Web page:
This long, personal post is dedicated to me and my seven-year relationship with Pretty Little Liars.
PACIFIC OCEAN (June 17, 2010) A Marine pilot assigned to the 15th Marine Expeditionary Unit (15th MEU) flies an AH-1W Super Cobra during flight operations aboard the amphibious assault ship USS Peleliu (LHA 5). Taylor is participating in theater security cooperation activities in the Adriatic Sea. (U.S. Navy photo by Mass Communication Specialist 1st Class Edward Kessler/Released)
posted 21-7-2017 01:34, by Hello_Mr_Hero views: 287,365
I’ll start by saying this post may simply get buried, and if
not, I may be opening myself up to a flood of hatemail for my title alone (a
lot of which will probably come from people who did not even bother reading the
full post). Still, in light of how things have unfolded since Enji Todoroki’s
arrest, this is a story I have to share.
I’ve been an earnest user of HeroForum for the last seven
years, back when the active userbase was small enough to identify every poster
by name. I’ve seen it develop and grow in ways, both good and bad, to become
the cornerstone of hero enthusiast exchange that it is today. In that time, I’ve
gotten comfortable posting in the background, or simply lurking some days, and
so most of you may not know my username. And certainly, none of you know my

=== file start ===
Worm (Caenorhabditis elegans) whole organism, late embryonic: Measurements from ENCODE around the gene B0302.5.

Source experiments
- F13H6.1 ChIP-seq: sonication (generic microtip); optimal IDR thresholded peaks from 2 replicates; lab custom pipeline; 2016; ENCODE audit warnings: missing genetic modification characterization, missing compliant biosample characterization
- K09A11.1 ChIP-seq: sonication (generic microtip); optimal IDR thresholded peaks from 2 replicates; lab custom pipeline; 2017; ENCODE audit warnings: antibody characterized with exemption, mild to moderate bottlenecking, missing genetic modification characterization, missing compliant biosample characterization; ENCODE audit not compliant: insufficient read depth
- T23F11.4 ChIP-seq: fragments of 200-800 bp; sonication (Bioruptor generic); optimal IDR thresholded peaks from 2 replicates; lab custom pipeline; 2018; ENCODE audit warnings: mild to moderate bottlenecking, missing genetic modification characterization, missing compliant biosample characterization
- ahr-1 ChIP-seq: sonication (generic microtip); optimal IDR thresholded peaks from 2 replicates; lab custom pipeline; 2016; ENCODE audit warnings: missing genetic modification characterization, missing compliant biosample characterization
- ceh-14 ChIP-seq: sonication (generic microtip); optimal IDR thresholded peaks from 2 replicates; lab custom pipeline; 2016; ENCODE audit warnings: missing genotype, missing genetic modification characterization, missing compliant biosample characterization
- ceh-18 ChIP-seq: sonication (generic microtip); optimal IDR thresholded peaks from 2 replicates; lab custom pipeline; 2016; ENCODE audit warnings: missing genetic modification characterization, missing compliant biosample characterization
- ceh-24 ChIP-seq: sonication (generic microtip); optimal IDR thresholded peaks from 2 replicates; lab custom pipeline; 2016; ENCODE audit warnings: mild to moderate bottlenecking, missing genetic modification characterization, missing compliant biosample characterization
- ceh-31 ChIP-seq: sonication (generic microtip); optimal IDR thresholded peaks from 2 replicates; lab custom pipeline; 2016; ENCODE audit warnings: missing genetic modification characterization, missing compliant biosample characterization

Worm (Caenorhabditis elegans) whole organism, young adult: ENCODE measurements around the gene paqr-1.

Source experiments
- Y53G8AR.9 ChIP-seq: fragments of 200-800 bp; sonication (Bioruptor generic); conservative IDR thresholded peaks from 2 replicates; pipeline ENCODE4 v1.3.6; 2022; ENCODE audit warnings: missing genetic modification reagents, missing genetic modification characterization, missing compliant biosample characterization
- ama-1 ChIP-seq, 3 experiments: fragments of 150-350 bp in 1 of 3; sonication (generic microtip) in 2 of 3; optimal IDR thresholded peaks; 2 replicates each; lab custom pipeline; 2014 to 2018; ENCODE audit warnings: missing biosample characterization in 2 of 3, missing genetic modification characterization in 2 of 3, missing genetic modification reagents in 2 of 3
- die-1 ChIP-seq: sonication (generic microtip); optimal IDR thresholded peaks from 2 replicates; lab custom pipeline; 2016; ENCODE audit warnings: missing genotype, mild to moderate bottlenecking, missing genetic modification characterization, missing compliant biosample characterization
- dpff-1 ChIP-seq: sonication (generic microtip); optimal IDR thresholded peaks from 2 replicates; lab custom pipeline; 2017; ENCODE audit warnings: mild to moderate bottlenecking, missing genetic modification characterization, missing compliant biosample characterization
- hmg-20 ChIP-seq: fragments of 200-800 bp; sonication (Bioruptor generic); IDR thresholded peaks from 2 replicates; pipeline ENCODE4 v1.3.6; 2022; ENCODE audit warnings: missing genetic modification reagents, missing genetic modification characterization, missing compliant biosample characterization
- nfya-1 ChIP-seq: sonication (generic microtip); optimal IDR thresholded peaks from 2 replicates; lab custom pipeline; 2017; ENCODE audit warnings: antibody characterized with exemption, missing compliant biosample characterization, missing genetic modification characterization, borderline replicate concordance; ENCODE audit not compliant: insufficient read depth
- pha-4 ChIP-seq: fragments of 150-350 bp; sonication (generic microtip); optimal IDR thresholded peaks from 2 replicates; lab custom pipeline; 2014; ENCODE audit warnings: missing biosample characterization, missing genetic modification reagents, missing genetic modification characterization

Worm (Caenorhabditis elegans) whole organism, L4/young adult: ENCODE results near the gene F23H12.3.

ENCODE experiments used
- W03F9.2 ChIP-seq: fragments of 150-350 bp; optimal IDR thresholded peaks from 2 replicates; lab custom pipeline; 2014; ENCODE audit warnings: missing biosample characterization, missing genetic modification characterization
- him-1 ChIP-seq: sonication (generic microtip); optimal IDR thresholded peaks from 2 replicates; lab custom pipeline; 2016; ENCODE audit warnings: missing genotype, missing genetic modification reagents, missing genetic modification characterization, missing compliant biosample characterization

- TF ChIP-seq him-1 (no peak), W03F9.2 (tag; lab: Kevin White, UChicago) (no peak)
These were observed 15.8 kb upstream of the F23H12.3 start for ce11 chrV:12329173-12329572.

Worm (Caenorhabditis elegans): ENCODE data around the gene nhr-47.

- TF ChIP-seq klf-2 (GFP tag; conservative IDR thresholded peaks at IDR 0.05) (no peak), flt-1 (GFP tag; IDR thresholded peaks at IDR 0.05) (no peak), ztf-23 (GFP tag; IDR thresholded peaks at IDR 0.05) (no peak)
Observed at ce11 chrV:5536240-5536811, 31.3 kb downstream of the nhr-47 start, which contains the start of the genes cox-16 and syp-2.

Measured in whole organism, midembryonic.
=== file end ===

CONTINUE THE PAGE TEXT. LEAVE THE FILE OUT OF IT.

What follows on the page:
real name. But that’s not something I can keep hidden if I want to explain my
story in full. So like heroes do—I’m willing to take a risk and make that
My name is Otsuka Koji. I’m 35 years old, and I live with my
family in the outskirts of Tokyo.
I have one daughter and one son, both sleeping soundly a few
rooms over while I type this by desk light. If it were not for Enji Todoroki,
neither of them would be alive.
For those of you who have followed Endeavor’s heroics
closely, you may already recognize my name. You may already know the incident.
It is not the most glamorous rescue that Endeavor has carried out since no
villains were involved, but it is the one I owe the lives of my family to.
At 9:14 pm, June 7th, 2010, a power surge through
my apartment building caused the electricity to fail. Many of my neighbors’
electronics fried in the surge, and due to frayed insulation of a cable in the
apartment below mine, fire sparked against one of the outlets. It crawled up
the back wall, then spread laterally, and the carpet carried the flame to the
adjacent wall where the front door to this apartment lay. I can still see the